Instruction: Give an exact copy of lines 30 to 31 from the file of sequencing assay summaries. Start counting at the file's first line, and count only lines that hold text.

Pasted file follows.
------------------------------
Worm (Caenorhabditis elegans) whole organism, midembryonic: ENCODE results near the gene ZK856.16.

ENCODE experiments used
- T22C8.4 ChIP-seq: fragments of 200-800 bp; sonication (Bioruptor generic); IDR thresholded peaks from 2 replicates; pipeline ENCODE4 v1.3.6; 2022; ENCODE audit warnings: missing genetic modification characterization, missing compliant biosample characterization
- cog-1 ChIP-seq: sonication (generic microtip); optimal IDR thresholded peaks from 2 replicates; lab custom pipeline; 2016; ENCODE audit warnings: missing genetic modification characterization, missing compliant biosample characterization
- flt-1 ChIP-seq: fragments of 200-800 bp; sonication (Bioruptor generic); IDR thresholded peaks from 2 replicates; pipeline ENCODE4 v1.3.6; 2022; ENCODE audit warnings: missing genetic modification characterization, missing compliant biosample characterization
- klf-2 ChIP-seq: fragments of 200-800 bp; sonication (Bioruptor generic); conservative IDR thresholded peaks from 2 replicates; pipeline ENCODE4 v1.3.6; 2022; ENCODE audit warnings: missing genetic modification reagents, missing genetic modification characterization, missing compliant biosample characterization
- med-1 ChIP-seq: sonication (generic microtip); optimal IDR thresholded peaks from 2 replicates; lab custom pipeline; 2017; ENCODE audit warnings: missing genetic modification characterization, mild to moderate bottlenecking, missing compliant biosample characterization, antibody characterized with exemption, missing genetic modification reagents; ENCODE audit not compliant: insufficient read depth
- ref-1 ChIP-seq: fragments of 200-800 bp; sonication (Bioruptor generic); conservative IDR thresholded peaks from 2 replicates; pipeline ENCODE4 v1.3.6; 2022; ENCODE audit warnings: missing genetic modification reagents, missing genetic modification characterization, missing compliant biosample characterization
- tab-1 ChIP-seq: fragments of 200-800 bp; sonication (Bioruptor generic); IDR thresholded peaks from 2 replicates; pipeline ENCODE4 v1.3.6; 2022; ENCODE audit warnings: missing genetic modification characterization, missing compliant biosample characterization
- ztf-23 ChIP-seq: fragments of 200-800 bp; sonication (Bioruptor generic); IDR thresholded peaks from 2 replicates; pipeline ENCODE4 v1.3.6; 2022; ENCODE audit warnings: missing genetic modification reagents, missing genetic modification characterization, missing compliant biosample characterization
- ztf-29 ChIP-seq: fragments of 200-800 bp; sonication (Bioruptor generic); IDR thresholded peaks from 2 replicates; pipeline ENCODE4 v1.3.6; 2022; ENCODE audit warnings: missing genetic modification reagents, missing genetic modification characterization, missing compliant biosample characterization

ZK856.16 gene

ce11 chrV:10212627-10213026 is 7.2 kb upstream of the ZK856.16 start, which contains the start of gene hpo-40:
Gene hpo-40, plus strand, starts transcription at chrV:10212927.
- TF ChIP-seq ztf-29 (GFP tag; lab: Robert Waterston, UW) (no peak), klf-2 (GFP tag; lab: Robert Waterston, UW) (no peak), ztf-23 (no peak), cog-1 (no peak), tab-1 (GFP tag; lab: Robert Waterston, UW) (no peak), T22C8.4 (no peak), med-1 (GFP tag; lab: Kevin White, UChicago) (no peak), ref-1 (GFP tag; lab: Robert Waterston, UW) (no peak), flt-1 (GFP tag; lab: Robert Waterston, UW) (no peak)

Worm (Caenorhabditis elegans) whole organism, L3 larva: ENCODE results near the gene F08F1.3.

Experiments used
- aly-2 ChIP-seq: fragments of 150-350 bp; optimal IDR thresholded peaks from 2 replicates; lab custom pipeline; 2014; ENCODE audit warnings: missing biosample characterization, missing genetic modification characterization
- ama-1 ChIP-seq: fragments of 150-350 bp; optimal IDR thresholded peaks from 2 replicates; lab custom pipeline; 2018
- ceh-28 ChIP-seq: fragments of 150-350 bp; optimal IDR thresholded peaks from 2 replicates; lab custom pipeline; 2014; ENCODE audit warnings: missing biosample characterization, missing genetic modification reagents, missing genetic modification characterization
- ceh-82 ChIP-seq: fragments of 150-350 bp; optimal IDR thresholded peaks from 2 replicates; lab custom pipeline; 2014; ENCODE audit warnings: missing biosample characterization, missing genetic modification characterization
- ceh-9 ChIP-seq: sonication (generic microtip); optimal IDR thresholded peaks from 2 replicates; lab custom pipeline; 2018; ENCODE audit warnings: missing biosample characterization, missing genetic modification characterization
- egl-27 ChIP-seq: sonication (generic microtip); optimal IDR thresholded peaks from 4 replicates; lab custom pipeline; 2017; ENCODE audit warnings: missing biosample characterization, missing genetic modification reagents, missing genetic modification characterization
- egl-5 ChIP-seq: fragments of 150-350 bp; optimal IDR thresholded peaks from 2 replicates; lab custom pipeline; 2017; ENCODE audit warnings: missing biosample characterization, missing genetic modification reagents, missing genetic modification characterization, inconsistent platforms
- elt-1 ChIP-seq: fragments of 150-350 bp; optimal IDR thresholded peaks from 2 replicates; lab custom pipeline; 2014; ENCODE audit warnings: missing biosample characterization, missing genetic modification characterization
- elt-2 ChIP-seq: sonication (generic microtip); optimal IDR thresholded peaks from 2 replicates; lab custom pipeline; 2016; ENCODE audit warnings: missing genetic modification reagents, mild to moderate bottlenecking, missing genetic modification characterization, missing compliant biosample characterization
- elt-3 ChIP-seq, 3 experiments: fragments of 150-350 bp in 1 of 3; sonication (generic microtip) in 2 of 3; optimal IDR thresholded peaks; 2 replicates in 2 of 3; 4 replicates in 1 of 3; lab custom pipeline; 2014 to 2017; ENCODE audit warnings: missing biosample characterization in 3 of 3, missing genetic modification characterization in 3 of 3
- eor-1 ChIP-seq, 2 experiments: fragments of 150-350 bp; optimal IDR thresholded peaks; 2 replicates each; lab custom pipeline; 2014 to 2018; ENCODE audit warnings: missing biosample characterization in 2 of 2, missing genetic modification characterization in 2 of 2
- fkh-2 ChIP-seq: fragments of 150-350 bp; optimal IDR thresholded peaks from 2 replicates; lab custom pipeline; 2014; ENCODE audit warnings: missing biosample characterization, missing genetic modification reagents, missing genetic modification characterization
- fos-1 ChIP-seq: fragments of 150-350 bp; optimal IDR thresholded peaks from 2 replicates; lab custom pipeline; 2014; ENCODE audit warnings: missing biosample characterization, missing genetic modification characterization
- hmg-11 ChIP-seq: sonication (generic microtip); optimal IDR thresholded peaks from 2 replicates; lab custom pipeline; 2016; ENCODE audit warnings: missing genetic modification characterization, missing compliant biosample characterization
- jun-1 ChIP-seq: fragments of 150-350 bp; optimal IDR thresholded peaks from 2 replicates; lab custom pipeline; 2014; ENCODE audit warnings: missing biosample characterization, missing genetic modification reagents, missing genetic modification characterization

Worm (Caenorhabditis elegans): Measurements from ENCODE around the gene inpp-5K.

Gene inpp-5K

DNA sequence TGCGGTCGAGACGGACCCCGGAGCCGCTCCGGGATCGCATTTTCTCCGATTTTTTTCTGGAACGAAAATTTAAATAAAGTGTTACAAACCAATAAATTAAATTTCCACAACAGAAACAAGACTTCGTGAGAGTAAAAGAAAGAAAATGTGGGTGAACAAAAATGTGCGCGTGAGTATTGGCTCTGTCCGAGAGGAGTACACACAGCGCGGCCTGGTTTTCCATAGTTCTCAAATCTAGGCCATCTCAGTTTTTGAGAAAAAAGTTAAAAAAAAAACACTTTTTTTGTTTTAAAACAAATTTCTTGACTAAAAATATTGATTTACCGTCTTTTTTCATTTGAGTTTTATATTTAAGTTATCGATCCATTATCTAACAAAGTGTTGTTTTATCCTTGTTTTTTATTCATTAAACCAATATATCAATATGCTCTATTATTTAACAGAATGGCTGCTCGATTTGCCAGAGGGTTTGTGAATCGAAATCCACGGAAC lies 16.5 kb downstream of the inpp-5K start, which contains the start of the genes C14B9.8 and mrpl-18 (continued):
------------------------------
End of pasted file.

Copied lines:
- fos-1 ChIP-seq: fragments of 150-350 bp; optimal IDR thresholded peaks from 2 replicates; lab custom pipeline; 2014; ENCODE audit warnings: missing biosample characterization, missing genetic modification characterization
- hmg-11 ChIP-seq: sonication (generic microtip); optimal IDR thresholded peaks from 2 replicates; lab custom pipeline; 2016; ENCODE audit warnings: missing genetic modification characterization, missing compliant biosample characterization